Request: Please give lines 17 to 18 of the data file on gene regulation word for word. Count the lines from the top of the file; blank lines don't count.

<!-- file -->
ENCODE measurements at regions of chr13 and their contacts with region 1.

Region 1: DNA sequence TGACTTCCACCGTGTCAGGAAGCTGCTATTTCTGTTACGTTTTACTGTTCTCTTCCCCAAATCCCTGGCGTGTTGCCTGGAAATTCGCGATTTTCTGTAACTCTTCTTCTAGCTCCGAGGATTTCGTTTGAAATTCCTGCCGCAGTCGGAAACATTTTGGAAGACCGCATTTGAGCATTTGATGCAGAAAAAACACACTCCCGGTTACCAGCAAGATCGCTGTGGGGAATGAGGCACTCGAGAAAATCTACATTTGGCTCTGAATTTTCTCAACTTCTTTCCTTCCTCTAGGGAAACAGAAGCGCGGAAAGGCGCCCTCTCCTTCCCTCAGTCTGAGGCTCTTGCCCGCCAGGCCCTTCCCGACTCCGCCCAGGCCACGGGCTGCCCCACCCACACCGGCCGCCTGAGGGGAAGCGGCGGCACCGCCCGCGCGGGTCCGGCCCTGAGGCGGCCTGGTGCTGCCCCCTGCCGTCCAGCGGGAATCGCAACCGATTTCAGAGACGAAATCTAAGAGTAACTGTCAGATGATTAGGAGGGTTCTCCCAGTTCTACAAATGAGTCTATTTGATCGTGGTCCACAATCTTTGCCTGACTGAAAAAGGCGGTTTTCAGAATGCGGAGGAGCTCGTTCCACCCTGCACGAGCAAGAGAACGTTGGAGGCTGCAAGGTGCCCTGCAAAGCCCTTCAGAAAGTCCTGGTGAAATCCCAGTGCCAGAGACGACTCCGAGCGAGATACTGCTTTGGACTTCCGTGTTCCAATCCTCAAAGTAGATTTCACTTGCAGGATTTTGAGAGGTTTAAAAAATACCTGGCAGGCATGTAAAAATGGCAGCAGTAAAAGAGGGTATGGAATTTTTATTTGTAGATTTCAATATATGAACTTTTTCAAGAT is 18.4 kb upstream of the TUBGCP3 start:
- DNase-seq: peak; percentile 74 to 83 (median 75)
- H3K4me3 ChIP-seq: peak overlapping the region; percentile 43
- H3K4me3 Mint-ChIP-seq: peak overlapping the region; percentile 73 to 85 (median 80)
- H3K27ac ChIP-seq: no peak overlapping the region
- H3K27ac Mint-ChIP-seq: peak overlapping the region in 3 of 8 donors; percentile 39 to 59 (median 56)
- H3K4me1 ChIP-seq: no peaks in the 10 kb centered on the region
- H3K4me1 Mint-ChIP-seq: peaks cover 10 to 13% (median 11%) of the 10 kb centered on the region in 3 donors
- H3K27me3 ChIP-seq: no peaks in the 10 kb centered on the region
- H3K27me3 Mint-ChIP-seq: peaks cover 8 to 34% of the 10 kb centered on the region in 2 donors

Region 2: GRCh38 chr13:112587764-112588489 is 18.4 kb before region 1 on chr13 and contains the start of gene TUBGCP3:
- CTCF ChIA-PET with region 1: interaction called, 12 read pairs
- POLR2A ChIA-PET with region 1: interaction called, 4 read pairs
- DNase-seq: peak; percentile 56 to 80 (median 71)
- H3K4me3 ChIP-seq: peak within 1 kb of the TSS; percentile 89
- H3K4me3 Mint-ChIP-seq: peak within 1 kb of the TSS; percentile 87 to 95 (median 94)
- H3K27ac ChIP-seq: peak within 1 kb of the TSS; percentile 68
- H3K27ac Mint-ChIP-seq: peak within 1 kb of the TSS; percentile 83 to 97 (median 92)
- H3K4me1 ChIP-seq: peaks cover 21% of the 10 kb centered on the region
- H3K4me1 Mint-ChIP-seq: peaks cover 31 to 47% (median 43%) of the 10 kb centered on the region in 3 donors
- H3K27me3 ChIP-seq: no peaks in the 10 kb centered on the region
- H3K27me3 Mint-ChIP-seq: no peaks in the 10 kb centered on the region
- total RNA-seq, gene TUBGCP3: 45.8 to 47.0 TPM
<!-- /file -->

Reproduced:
- H3K4me3 Mint-ChIP-seq: peak within 1 kb of the TSS; percentile 87 to 95 (median 94)
- H3K27ac ChIP-seq: peak within 1 kb of the TSS; percentile 68